PROVIDENCE – A federal judge this week granted preliminary approval to settlements reached between exotic dancers and two clubs in Providence.
U.S. District Court Judge William E. Smith initially signed agreements on Thursday to settle fair labor claims filed by dancers from the Foxy Lady and the former Wild Zebra Gentlemen’s Club on Allens Avenue.
The Foxy Lady agreed to pay $ 1.5 million to resolve the class action lawsuit brought by the dancers in May 2015 against the owners, Gulliver’s Tavern Inc. and Solid Gold Properties.
Under the terms, $ 25,000 will go to each of the principal complainants, Ruby Levi and Emily Chicoine. Up to one-third or $ 500,000 will be spent on legal fees and litigation costs.
The dancers had argued that the Chalkstone Avenue club misclassified them and other artists who provided exotic dance services from May 2012 as independent contractors. They also alleged that their employers violated the Fair Labor Standards Act and state law because they did not receive all the wages they were owed and were illegally forced to “tip” the company. mother of the house, to the DJ and to others as a condition of their employment.
Smith ruled Thursday that the terms of the settlement were “fair, reasonable and adequate.” A final fairness hearing will take place on January 18.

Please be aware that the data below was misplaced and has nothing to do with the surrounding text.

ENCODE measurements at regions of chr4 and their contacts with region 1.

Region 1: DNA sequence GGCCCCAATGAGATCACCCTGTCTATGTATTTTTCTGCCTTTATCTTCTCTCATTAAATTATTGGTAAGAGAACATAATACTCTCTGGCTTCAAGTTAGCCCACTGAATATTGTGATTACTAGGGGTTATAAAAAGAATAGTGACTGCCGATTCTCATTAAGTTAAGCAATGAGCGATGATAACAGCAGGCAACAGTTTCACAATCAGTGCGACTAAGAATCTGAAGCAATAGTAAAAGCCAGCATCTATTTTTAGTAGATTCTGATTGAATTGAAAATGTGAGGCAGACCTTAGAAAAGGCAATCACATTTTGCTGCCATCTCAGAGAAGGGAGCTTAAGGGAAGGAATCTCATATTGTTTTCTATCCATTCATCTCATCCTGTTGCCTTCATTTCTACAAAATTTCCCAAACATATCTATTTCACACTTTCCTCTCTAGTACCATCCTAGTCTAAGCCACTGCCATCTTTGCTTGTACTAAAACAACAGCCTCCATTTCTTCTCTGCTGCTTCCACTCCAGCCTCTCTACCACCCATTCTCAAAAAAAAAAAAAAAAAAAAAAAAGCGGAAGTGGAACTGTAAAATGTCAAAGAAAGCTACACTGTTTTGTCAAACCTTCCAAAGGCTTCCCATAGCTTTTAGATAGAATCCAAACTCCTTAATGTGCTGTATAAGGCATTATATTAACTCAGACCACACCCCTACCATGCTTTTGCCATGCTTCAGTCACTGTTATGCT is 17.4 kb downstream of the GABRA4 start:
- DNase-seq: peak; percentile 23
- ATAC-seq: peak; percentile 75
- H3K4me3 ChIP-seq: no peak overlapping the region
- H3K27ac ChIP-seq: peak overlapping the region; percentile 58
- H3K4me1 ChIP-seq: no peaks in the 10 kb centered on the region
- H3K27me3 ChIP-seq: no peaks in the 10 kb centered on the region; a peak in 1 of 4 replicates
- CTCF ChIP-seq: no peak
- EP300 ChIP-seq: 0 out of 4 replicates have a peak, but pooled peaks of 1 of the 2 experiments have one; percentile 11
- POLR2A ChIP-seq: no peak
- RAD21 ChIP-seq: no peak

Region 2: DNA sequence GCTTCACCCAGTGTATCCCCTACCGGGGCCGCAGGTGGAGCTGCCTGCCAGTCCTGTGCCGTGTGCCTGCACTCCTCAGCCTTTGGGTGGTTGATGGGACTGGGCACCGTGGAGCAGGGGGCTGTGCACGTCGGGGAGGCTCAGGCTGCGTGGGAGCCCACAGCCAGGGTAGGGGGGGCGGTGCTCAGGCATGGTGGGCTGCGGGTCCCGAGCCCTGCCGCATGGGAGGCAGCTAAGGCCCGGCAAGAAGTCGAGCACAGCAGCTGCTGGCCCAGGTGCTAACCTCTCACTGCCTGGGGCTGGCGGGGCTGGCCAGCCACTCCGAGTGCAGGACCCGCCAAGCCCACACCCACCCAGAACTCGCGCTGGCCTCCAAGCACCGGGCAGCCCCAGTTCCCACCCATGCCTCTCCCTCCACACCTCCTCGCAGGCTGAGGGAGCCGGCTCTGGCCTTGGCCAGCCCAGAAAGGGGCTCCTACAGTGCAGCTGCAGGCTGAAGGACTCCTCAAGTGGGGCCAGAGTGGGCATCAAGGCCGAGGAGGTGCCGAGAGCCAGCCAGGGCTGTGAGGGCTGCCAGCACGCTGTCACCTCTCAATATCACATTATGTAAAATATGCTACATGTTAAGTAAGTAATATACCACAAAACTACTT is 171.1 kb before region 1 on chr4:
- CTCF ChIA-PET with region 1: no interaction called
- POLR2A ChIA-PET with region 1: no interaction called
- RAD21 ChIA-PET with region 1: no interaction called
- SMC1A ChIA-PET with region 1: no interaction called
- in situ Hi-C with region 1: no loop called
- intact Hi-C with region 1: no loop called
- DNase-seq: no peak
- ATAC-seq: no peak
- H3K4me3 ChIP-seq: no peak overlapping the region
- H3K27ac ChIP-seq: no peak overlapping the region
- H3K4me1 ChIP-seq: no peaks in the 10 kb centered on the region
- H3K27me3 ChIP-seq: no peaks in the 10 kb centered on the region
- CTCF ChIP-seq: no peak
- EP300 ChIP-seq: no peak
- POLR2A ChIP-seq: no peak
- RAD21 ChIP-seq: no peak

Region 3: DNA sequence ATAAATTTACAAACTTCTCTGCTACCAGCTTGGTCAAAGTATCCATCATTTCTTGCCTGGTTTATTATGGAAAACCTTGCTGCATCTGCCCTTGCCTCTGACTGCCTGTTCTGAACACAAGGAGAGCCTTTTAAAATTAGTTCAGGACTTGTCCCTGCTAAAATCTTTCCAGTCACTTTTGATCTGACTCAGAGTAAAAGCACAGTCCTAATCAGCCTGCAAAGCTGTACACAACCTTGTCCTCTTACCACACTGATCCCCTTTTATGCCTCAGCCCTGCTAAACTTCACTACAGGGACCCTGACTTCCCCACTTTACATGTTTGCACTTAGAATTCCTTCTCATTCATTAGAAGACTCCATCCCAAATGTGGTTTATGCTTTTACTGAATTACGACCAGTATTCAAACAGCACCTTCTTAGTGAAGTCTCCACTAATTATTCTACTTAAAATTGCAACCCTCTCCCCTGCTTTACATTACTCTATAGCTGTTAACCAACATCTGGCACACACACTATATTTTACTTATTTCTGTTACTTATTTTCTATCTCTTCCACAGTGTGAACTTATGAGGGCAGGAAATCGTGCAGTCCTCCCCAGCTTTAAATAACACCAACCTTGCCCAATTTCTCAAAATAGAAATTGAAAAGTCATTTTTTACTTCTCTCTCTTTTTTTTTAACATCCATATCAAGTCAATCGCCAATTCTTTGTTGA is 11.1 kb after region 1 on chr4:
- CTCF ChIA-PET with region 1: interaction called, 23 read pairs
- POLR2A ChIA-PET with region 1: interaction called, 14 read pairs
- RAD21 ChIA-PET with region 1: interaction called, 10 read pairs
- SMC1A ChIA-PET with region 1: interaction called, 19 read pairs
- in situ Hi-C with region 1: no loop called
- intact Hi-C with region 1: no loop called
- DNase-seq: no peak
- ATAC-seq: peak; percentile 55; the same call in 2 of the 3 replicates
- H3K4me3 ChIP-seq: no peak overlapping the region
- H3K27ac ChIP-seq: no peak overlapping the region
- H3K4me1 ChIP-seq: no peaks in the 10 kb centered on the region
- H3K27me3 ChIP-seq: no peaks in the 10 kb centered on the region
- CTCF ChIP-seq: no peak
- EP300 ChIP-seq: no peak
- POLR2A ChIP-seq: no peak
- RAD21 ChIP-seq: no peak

Likewise, Justice Smith gave his initial approval to a deal made with the dancers of the former Wild Zebra Gentlemen’s Club. The dancers agreed to deal with allegations the club failed to pay them fair wages and forced them to reimburse their tips for $ 415,000.
More than 20 dancers had alleged the club violated federal fair labor laws by treating them as independent contractors, depriving them of minimum wage and overtime benefits. The women, who typically worked four to six hours, had to pay a $ 100 house fee, money which the dancers said amounted to “stolen tips” they received from customers for private dances and entertainment.
The women, who worked at the club at 245 Allens Ave. from 2016 until the filing of the complaint in 2019, would receive amounts ranging from $ 5,000 to $ 27,000 depending on the terms.
Lawyers would receive $ 186,000, plus $ 11,900 in costs. The lawsuit named the club and its owner, Christopher Vianello, as defendants.